Odom takes one for the team (cont.)
Andris Biedrins (15.1 points, 12.2 rebounds) has been a bright spot for the Warriors, who are languishing at 7-17. An NBA scout assessed the 22-year-old's game.
"He's always around the paint and he's always active, so instead of hanging on people's backs, he tries to get around them and get rebounds and tip balls out. He 'out-athletes' a lot of guys at his position and outhustles them, too. Biedrins is a pretty bright player in that he has figured out how he fits into the Warriors' style and how his niche has evolved. Offensively, that means most of his scores are from running the floor and getting second shots. That helps him not get frustrated when he doesn't get touches. He creates his own touches."
They said it
"That was just brilliant, brilliant coaching down the stretch. That is exactly the play we drew up, and we told him to shoot it off the glass if he could get the angle on it. That's exactly what we wanted, so I have to give myself all the credit."
He was trying to draw plays, and it was like a little Etch a Sketch. Like a kid just messing around. ... He just gave the clipboard to the assistant coaches sometimes."
"Practice, it was kind of funny. [McHale] didn't warm us up and just let us get to playing five-on-five. He'd just sit on the sideline ... and the other coaches would be coaching."
"You consider that like a trade? That was like a giveaway. A trade? Wow! You got to get equal value for value or something, don't you?"
Denver Post: Solid interview with Chauncey Billups about his trade to the Nuggets, his feelings toward the Pistons, his Hall of Fame chances and a lot more.
New York Post: Mike D'Antoni finally lets loose on Suns management and reveals his anger over its lack of appreciation for what he and the team had accomplished.
The Oregonian: Fascinating mea culpa of sorts by Blazers beat writer Jason Quick, who caused a stir with his critique of Greg Oden on a Portland radio station.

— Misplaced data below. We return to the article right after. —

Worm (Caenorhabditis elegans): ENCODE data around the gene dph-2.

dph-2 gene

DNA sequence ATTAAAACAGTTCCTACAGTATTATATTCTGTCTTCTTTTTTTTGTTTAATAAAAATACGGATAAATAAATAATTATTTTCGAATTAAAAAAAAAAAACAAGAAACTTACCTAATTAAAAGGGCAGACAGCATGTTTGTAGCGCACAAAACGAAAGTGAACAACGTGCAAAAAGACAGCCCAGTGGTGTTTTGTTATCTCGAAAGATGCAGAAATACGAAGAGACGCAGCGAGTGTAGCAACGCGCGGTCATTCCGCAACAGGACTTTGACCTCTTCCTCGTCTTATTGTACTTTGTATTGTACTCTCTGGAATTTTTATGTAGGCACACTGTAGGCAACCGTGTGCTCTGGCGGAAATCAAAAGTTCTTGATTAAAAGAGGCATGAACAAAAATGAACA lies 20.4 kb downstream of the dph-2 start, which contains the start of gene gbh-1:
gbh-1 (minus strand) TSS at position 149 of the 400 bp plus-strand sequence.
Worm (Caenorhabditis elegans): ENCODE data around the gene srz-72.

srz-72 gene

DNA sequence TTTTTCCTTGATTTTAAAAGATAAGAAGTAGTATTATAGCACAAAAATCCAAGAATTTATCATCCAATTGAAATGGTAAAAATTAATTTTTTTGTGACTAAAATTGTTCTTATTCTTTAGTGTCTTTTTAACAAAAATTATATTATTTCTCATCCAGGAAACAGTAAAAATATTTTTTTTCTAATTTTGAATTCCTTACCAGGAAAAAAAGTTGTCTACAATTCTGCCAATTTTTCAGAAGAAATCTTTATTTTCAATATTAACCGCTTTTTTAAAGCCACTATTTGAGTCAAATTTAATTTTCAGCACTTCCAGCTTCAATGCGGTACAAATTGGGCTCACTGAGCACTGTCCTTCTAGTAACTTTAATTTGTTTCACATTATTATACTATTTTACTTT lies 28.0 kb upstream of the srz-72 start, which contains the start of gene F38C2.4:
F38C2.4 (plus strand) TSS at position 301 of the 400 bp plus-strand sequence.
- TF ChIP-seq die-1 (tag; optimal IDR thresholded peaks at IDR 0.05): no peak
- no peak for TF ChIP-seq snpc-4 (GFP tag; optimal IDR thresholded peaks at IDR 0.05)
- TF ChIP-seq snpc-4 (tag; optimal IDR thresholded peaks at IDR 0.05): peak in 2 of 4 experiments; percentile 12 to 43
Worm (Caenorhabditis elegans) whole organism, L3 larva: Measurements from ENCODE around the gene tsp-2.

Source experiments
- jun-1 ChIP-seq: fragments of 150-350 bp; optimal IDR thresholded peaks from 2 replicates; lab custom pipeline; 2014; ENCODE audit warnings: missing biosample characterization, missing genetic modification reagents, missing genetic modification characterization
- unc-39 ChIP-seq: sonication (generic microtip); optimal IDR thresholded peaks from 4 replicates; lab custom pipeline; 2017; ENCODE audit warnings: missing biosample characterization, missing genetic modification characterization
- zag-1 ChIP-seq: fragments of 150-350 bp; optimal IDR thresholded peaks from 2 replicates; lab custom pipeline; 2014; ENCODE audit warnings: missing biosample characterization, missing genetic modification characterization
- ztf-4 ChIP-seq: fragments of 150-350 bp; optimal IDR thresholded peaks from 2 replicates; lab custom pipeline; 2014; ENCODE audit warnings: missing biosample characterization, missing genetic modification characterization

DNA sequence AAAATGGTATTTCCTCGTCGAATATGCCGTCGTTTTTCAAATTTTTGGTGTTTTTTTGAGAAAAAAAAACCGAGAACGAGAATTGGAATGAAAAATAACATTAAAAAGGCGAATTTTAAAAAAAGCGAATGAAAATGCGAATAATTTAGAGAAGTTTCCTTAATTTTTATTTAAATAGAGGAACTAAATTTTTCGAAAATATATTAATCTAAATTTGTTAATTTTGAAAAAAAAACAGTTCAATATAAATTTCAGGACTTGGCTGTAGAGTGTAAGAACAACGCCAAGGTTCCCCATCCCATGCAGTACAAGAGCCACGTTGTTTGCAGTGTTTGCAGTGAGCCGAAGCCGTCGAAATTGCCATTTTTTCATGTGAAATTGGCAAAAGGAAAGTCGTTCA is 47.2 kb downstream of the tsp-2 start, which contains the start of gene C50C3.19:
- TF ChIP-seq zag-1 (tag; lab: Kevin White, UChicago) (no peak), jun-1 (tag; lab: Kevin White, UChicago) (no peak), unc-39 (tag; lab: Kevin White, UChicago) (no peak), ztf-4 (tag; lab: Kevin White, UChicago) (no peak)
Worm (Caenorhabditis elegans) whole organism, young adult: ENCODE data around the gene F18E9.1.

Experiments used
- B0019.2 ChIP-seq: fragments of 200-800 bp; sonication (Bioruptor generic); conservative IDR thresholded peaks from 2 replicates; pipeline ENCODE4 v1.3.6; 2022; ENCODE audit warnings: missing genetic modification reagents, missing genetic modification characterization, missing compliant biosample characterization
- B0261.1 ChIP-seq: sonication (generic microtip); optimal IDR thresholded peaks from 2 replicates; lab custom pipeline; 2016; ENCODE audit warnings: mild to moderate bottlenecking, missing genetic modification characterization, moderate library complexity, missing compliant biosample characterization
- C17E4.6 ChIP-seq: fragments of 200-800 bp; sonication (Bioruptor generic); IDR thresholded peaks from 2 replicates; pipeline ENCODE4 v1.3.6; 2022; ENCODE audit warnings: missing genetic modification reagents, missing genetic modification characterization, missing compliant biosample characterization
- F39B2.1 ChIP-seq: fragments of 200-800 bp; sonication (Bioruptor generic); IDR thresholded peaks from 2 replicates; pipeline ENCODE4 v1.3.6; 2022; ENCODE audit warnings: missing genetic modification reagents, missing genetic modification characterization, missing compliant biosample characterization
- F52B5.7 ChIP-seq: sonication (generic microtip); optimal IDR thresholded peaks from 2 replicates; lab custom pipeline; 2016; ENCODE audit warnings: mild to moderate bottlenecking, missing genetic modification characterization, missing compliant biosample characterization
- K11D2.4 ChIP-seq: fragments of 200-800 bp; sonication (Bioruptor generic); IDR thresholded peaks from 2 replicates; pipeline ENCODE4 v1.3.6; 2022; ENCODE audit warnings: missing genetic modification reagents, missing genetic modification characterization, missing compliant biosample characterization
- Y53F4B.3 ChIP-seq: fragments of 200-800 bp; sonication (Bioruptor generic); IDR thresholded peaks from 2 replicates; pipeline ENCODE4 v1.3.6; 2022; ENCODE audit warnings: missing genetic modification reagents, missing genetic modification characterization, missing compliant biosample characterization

Los Angeles Times: Mike Bresnahan digs into how valuable reserve Trevor Ariza has changed the Lakers' team dynamic and how Ariza has changed, too.
1. We understand Steve Nash is upset with the Suns' new direction and the recent trade of buddies Boris Diaw and Raja Bell, but Nash's public mourning has moved into full-blown whining now. "I feel like I'm on a different team because everything's changed so much around here," Nash told the Arizona Republic. Funny, we don't recall the two-time MVP's bemoaning the change he made in leaving good friend Dirk Nowitzki in Dallas to sign a free-agent deal in Phoenix four years ago. More remarkable than GM Steve Kerr's makeover is the fact that the Suns remained relatively stable through the D'Antoni years despite not winning a title. Nash should know as much as anyone about the business side of the NBA, and we all know there's nothing personal in business.
2. It's puzzling how the Bobcats could deal Richardson, a reliable and versatile scorer in his prime, and not get back a more rugged big man than Boris Diaw. The 6-foot-8 forward is hardly a boost to one of the league's worst rebounding teams. Nor is it likely that Raja Bell (also acquired from the Suns) will thrive in Larry Brown's deliberate offense after spending the first month of the season chafing under Porter's slower scheme in Phoenix.
3. Oh, to be a Wizards fan now. With the team off to a 4-17 start, with Gilbert Arenas at least a month away from taking the court after recovering from yet another knee surgery, with starting center Brendan Haywood out possibly for the year and with an interim coach now calling the plays, the season likely will be over before the team becomes whole, or close to it. That doesn't leave much to get excited about for another, oh, 155 days, when the 2009 draft lottery is held.